Pardon the delay, although E.D. Kain’s article is a few months old, I only just came across it, via Andrew Sullivan’s blog. Kain, from what I can put together, is a fan of the fantasy genre. But he thinks that while fantasy is very popular now (as gauged by TV ratings and box office returns), it is most likely just a fantasy bubble.
Kain begins his article fondly recalling picking up George R.R. Martin’s Game of Thrones in 2000. Since that day, the Lord of the Rings movies were box office successes, the Harry Potter series has set records for books and tickets sold, and HBO has filmed Game of Thrones. HBO has also signed on to film Neil Gaiman’s American Gods, and The Hobbit will become two movies. Kain notes that “fantasy as a genre grew by 20 percent between 2005, when A Feast for Crows was published, and 2010, when Twilight was at the peak of its popularity.” Yet he thinks this popularity is too good to be true.
Kain argues that unless publishers and studios continue to find source material that can find mass appeal, fantasy is doomed to return to the rear corner of the bookstore, inhabited only by D&D players. He notes that many YA bestsellers (like the Percy Jackson and Hunger Games series) are not “true fantasy” and fantasy books that have some critical success haven’t reached mass appeal (such as The Magicians, whose sequel, The Magician King, I reviewed here).
After making this argument, Kain shrugs his shoulders and says that he wouldn’t mind if the fantasy bubble burst, because fantasy has “simply gotten better over the past decade” (emphasis his). But these better stories won’t be turned into TV shows or movies because they are too dark or violent, or because the effects would be too expensive. Yet he does point to some books that might make for good movies and TV shows.
I disagree with Kain. Kain talks about how fantasy now has mass appeal. He doesn’t mention this, but I think this is part and parcel of nerd culture becoming the mainstream culture. Although Kain belittles D&D players, those players have now come out of the backroom of the comics shop and are living as nerds openly and proudly. They are also having kids, and raising them as nerds. This is why you see various stripes of fantasy selling so well among kids and young adults.
But Kain says these new books aren’t “true fantasy.” I hope he meant epic fantasy or high fantasy, because I reject the notion of “true fantasy.” To me, this sounds as if Kain doesn’t want the masses joining his club. There are many varieties of fantasy, each of which overlap with popular fiction in various ways.
Or he claims that if a book, like The Magicians is fantasy, it doesn’t sell well or will never get turned into a TV show or movie. But Fox recently optioned The Magicians (admittedly, after Kain wrote his article). What’s more, when someone who is not a fan of fantasy buys Game of Thrones, Amazon can now suggest other things to read, heping turn that reader into a fantasy fan. Fantasy doesn’t appear to be going away.
Kain then almost seems to welcome the bursting of the fantasy bubble, because then he can enjoy that “better” fantasy all by himself. But if fantasy has improved, why wouldn’t studios option these stories? A good story is a good story. Yes, special effects are expensive, but they are getting cheaper. And like The Game of Thrones, studios can seek out projects that are light on magic and creatures and heavy on drama and complex characters. That being said, why is studio production Kain’s best metric of popularity? Why are book sales unsatisfactory? Do the huge numbers of cons, web series, and podcasts say nothing about the popularity of fantasy? Do only nerds take advantage of these things? Advertisers would disagree.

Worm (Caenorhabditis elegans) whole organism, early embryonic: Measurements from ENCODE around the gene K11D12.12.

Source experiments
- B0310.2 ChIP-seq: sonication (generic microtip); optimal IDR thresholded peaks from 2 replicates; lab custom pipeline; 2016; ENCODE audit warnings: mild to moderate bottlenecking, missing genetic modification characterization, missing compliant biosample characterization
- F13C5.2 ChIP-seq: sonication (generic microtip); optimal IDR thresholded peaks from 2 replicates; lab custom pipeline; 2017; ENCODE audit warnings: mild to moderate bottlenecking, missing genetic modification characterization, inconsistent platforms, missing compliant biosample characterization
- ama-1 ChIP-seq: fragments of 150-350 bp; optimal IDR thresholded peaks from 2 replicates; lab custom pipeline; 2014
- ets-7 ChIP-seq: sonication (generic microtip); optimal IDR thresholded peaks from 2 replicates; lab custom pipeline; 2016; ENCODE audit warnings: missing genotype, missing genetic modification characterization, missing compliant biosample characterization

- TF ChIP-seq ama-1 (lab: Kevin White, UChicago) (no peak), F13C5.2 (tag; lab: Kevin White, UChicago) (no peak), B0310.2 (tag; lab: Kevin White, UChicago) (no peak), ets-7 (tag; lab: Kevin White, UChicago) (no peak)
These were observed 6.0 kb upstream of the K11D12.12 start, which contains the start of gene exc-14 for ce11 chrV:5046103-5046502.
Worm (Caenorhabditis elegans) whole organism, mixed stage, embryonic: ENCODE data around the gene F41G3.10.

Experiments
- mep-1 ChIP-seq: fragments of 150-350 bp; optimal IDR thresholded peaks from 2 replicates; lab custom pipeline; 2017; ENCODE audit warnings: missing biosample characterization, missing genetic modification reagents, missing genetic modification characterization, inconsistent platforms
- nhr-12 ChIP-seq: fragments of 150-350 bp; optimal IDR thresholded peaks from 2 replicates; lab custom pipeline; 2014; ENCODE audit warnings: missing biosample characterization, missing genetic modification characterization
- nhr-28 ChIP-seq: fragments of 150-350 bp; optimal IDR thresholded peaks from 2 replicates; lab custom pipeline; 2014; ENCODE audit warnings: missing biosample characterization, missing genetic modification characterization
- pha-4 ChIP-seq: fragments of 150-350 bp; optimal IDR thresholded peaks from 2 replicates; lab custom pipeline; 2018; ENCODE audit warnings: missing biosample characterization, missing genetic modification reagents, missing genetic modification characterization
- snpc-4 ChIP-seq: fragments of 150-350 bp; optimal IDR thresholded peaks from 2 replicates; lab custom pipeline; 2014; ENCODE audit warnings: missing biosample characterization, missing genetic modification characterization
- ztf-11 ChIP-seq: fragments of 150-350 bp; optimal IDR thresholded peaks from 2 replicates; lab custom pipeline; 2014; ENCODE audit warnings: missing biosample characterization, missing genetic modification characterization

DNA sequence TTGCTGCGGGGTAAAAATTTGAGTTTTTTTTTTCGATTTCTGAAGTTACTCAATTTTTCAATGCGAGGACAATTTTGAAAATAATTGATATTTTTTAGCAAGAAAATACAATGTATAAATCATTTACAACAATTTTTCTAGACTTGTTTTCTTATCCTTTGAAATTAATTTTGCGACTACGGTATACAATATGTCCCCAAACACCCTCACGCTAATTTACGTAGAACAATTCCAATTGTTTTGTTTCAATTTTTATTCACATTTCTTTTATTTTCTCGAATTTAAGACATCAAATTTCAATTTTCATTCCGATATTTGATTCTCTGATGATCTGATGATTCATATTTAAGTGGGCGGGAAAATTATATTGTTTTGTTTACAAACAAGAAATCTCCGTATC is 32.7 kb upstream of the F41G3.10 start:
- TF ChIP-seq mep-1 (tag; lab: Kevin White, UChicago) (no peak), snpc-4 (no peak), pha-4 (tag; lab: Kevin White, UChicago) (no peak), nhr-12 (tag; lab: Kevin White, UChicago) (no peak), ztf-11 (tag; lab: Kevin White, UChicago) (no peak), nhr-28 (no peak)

While tastes may change over time, and fantasy rise and fall, I don’t think there is anything inflated or bubble-like about the current rise of fantasy. I think fantasy is finally getting the respect it deserves.
What do you think? Is Kain right or wrong? Am I reading too much into Kain’s article? What do you think is the future of fantasy?
It’s a new generation that he is underestimating I think. It’s a generation that grew up on Saturday morning cartoons, that grew up playing Nintendo, and it grew up with fantasy novels. Now you’re seeing this generation as adults which is giving rise to the most profitable video game sales in history, a sustainable 24 hour cartoon network on cable tv, and a generation of adults who are growing up on the internet, where nerd culture thrives. Plus, fantasy makes great summer blockbuster movies, that EVERYONE likes to watch for spectacle. These nerd things are here to stay, I agree with you.
I also agree that defining “true fantasy” is problematic. Who decides? Fantasy is fantasy, whether “violent and dark” (which is too bad that he has to lean that way) or more family friendly. I read plenty of fantasy as a kid that I would gladly have my child read that isn’t violent or dark, but heroic, inspiring, and engaging.
He’s acting like a music snob. He found it first and he doesn’t welcome these “noobs,” he wants it to himself.
This is one of the best post I have ever read, I would love to read more in future. Keep up the good work.
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